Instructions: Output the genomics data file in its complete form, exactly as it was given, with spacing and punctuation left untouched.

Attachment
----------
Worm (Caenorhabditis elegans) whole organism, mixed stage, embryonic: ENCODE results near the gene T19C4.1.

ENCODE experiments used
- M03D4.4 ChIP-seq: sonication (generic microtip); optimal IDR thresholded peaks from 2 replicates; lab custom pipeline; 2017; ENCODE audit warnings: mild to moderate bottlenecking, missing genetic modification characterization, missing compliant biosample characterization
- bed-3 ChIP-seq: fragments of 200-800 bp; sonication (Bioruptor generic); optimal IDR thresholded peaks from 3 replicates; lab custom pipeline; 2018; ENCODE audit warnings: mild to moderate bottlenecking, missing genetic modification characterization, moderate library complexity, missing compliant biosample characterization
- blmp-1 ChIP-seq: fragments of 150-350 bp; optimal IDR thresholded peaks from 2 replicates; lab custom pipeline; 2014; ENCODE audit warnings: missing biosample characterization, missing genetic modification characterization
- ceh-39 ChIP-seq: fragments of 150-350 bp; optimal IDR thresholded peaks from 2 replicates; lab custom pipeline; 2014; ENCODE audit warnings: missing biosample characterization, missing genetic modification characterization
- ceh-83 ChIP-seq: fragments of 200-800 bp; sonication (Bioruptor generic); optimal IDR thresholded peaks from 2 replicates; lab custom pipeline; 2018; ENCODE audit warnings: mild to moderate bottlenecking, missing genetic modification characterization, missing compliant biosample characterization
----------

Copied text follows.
Worm (Caenorhabditis elegans) whole organism, mixed stage, embryonic: ENCODE results near the gene T19C4.1.

ENCODE experiments used
- M03D4.4 ChIP-seq: sonication (generic microtip); optimal IDR thresholded peaks from 2 replicates; lab custom pipeline; 2017; ENCODE audit warnings: mild to moderate bottlenecking, missing genetic modification characterization, missing compliant biosample characterization
- bed-3 ChIP-seq: fragments of 200-800 bp; sonication (Bioruptor generic); optimal IDR thresholded peaks from 3 replicates; lab custom pipeline; 2018; ENCODE audit warnings: mild to moderate bottlenecking, missing genetic modification characterization, moderate library complexity, missing compliant biosample characterization
- blmp-1 ChIP-seq: fragments of 150-350 bp; optimal IDR thresholded peaks from 2 replicates; lab custom pipeline; 2014; ENCODE audit warnings: missing biosample characterization, missing genetic modification characterization
- ceh-39 ChIP-seq: fragments of 150-350 bp; optimal IDR thresholded peaks from 2 replicates; lab custom pipeline; 2014; ENCODE audit warnings: missing biosample characterization, missing genetic modification characterization
- ceh-83 ChIP-seq: fragments of 200-800 bp; sonication (Bioruptor generic); optimal IDR thresholded peaks from 2 replicates; lab custom pipeline; 2018; ENCODE audit warnings: mild to moderate bottlenecking, missing genetic modification characterization, missing compliant biosample characterization